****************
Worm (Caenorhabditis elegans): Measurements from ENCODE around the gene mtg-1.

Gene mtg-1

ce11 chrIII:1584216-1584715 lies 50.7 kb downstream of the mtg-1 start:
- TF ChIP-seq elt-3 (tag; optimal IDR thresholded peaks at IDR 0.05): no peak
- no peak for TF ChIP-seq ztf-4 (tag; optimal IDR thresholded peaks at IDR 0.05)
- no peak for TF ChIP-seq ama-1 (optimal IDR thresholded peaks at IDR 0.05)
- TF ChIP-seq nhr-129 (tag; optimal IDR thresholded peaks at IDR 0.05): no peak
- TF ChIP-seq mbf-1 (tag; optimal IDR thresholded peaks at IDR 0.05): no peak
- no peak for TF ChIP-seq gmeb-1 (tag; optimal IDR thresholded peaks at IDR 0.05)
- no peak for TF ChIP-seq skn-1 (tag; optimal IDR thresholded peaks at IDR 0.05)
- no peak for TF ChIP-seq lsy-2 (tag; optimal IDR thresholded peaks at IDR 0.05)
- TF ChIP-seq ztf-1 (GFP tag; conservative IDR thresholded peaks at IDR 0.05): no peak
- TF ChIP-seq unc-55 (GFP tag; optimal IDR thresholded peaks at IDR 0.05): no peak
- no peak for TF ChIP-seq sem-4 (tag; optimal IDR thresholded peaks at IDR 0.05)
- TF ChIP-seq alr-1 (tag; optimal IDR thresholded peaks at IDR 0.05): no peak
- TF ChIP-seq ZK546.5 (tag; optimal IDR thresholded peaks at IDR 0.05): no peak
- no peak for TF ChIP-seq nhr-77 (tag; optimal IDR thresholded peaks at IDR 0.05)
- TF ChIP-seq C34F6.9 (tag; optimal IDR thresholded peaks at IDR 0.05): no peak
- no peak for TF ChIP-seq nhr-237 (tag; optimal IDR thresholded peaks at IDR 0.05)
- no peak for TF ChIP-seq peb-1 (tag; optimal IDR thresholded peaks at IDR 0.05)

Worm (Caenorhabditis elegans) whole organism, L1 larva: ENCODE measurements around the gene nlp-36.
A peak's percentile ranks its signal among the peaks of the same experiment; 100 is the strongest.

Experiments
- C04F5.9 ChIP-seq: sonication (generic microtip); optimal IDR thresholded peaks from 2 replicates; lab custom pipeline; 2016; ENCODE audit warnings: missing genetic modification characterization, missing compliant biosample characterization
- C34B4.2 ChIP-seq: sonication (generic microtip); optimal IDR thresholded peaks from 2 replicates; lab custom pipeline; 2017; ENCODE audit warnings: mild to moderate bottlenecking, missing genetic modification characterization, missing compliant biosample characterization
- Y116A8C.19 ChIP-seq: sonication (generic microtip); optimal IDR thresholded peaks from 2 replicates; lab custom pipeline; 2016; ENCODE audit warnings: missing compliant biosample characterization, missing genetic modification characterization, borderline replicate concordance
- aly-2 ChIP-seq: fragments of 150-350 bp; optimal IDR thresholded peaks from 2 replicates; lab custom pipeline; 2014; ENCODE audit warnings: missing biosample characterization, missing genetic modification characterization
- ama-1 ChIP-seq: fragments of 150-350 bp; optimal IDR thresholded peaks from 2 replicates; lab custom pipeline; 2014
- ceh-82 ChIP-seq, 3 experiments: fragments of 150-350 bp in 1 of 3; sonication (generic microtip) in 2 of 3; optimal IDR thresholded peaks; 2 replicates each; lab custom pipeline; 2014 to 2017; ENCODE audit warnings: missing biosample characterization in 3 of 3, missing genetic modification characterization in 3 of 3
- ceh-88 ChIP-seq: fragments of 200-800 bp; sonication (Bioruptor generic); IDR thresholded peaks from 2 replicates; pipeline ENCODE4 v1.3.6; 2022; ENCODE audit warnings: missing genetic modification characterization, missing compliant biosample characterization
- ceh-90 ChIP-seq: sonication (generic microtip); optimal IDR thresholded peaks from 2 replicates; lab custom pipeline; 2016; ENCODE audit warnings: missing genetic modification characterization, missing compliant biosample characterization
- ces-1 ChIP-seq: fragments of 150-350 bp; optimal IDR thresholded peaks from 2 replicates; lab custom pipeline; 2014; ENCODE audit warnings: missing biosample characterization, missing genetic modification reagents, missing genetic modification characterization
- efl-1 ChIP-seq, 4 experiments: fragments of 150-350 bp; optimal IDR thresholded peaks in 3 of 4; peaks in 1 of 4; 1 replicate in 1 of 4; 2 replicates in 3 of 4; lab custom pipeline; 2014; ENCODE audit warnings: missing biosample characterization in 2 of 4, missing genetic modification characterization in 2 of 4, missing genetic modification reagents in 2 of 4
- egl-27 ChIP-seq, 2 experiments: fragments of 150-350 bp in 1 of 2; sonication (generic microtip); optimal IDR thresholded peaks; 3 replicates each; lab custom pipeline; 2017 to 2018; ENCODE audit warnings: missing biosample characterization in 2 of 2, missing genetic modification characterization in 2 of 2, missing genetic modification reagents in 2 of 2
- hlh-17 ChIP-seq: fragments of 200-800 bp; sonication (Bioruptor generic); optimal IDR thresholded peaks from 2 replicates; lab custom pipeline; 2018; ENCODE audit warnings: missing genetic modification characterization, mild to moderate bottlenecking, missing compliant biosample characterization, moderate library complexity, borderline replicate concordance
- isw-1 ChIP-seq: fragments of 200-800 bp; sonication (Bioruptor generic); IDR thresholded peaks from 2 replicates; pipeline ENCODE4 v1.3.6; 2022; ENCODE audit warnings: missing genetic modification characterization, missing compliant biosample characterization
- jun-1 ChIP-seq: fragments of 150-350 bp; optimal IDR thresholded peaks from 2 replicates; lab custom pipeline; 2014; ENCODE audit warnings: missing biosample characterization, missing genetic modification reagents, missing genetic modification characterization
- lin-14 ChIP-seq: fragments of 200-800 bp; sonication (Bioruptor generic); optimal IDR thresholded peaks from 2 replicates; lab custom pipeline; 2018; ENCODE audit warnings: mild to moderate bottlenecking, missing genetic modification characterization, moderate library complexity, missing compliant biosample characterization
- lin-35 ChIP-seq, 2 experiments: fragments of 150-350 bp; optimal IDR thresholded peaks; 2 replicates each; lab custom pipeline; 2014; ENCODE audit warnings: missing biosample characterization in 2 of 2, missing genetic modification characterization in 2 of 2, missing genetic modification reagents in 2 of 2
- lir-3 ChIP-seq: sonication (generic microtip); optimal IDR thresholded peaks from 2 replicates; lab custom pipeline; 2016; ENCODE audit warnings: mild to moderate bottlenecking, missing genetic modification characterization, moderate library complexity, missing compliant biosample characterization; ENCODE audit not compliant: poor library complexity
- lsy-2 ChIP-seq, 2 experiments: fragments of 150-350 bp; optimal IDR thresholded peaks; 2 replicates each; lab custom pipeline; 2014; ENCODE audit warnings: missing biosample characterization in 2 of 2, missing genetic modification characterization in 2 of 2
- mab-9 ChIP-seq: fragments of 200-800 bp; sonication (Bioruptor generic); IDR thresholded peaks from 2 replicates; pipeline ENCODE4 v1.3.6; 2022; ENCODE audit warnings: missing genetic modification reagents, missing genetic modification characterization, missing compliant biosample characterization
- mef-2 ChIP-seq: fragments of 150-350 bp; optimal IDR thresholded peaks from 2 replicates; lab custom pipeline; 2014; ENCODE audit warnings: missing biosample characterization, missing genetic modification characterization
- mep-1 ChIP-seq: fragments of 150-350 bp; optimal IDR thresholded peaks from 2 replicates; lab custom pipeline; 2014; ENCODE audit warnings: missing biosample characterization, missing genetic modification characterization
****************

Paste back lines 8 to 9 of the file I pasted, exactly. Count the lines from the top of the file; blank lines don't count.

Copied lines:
- TF ChIP-seq mbf-1 (tag; optimal IDR thresholded peaks at IDR 0.05): no peak
- no peak for TF ChIP-seq gmeb-1 (tag; optimal IDR thresholded peaks at IDR 0.05)